It can be quite a surprise to owners of vehicles equipped with run-flat tires that many shops will not repair a seemingly innocuous puncture. Tires are the only thing touching the ground on your vehicle, so they are integral to safety. As such, sometimes situations that seem manageable, can become quite complex and even frustrating for the consumer.
There's conflict in the guidance offered by some vehicle manufacturers and tire manufacturers in relation to repairing run-flats. For example, BMW explicitly states in their owner's manual that repairing a tire isn't an option. However, one of the larger builders of run-flat tires, Bridgestone, does have a standardized inspection and repair process for their run-flat tires.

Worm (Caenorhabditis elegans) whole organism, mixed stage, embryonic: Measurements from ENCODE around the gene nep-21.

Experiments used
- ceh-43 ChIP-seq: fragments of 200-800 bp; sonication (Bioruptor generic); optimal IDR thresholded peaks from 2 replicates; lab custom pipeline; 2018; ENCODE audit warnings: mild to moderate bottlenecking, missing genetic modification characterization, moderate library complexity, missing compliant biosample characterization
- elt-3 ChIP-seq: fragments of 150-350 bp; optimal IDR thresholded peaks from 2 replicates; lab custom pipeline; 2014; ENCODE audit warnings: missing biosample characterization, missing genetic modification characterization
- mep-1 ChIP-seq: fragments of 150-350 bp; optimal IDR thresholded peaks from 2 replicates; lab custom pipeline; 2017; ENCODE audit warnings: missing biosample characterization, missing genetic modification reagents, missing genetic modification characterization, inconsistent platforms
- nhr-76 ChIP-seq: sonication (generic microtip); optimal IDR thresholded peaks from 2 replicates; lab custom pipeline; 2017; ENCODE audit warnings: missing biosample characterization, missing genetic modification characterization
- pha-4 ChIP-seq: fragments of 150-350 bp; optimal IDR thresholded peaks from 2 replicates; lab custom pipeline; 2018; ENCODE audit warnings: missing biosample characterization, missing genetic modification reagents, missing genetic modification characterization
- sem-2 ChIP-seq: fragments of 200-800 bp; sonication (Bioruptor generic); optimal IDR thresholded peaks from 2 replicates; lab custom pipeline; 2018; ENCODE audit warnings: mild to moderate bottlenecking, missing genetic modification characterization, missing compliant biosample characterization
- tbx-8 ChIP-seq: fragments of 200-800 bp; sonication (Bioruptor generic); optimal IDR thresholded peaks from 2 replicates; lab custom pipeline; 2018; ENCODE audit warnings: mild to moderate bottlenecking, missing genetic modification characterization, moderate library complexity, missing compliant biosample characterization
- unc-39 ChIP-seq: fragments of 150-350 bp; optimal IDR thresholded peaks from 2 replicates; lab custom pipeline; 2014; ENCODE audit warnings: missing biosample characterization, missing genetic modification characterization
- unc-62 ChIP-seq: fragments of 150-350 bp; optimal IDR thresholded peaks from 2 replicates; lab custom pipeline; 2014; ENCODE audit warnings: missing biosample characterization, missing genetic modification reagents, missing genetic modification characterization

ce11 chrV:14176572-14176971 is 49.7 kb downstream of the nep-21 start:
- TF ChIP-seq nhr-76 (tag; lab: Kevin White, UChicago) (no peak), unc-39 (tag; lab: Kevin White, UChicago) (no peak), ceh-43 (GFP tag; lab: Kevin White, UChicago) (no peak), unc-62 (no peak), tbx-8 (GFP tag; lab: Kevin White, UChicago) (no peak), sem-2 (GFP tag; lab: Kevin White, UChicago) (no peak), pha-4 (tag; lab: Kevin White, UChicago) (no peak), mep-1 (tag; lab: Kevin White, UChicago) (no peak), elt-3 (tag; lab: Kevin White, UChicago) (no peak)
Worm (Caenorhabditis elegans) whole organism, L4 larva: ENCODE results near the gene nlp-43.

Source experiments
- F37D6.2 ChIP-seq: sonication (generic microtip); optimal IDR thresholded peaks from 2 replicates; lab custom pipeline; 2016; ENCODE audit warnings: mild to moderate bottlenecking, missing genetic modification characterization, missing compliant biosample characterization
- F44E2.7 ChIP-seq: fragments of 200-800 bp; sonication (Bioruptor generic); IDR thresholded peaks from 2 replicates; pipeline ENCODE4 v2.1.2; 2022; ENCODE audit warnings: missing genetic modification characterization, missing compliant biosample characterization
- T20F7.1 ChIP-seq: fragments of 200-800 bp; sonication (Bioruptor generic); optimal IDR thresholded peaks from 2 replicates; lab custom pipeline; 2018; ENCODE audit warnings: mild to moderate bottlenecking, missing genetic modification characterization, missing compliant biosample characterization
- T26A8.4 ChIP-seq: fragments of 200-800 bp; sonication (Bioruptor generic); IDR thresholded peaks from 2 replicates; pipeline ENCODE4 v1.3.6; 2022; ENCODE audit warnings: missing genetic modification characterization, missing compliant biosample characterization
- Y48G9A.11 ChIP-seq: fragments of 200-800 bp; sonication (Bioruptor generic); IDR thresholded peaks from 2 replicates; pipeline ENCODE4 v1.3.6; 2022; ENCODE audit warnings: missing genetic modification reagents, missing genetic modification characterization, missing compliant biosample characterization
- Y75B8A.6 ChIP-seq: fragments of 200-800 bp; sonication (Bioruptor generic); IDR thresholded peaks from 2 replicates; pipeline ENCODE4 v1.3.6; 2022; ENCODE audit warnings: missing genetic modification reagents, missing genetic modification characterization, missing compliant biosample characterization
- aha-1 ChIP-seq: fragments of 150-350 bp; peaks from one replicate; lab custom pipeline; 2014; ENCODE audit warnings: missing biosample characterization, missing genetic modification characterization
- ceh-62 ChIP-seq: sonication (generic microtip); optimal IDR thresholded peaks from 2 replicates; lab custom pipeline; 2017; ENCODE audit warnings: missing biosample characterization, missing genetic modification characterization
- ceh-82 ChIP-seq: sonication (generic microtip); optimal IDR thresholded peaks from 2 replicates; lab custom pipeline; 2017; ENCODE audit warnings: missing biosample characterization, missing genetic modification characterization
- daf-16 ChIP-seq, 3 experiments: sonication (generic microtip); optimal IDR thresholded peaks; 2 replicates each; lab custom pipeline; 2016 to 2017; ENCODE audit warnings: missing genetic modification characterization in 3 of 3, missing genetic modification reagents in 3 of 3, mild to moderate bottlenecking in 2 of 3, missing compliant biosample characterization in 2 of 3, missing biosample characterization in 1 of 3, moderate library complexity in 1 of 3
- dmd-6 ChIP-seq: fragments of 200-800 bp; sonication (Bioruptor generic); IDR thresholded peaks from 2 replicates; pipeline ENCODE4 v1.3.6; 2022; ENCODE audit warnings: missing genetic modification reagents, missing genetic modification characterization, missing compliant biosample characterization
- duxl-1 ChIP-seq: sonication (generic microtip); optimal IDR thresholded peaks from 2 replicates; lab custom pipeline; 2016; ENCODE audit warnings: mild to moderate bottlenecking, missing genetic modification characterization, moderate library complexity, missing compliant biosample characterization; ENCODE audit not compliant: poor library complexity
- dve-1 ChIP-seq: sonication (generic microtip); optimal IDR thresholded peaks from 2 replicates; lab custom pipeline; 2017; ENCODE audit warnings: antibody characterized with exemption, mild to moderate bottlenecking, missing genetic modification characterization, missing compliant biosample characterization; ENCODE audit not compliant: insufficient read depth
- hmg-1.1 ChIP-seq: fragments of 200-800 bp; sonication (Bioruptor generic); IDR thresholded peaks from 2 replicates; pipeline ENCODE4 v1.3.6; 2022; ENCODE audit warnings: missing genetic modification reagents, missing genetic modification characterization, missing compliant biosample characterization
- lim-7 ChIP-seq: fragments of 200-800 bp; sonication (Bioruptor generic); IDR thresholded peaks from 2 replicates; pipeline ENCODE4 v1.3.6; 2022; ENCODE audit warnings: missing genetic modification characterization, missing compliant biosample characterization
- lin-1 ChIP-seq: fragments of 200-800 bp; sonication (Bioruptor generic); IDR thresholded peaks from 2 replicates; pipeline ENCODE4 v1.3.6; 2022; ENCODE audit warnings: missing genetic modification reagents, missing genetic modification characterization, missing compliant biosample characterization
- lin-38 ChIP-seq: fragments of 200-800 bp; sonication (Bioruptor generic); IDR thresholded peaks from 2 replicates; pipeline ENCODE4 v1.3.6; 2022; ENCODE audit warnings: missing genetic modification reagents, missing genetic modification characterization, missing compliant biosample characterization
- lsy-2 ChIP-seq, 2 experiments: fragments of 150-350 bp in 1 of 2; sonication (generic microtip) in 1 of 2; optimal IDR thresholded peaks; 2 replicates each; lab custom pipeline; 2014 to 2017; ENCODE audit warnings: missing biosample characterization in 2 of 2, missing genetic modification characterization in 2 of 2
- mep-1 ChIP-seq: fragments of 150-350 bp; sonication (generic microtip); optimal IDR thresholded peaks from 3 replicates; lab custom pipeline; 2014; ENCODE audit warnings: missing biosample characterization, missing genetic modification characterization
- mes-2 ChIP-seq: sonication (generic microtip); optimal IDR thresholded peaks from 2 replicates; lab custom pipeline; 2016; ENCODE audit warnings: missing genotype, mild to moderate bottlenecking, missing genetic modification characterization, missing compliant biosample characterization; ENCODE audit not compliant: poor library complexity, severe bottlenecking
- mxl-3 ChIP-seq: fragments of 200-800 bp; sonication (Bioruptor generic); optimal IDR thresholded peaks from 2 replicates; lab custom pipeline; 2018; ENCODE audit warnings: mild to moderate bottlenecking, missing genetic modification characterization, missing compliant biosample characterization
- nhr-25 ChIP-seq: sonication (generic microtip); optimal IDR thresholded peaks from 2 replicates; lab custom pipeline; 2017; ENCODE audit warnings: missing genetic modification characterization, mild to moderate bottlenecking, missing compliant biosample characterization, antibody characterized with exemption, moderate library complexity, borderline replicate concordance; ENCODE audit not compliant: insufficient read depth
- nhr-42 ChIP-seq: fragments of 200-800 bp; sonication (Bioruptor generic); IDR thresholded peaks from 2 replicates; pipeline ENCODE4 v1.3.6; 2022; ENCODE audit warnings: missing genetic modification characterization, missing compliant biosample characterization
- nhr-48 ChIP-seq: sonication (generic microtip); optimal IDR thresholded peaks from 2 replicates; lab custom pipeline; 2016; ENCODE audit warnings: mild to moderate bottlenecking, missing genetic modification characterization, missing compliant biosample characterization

Which is correct? The tire manufacturers defer to the vehicle manufacturers. So in the case of run-flats on a BMW, repair isn't an option. The bottom line is you'll have to check your vehicle's owner's manual or with your vehicle manufacturer.
If your tire can't be repaired, tire shaving may be of interest to you to match the remaining tire's tread depths, especially on all-wheel drive vehicles. For additional information on tire shaving, read my previous post "Replacing Less than Four Tires on an AWD Vehicle."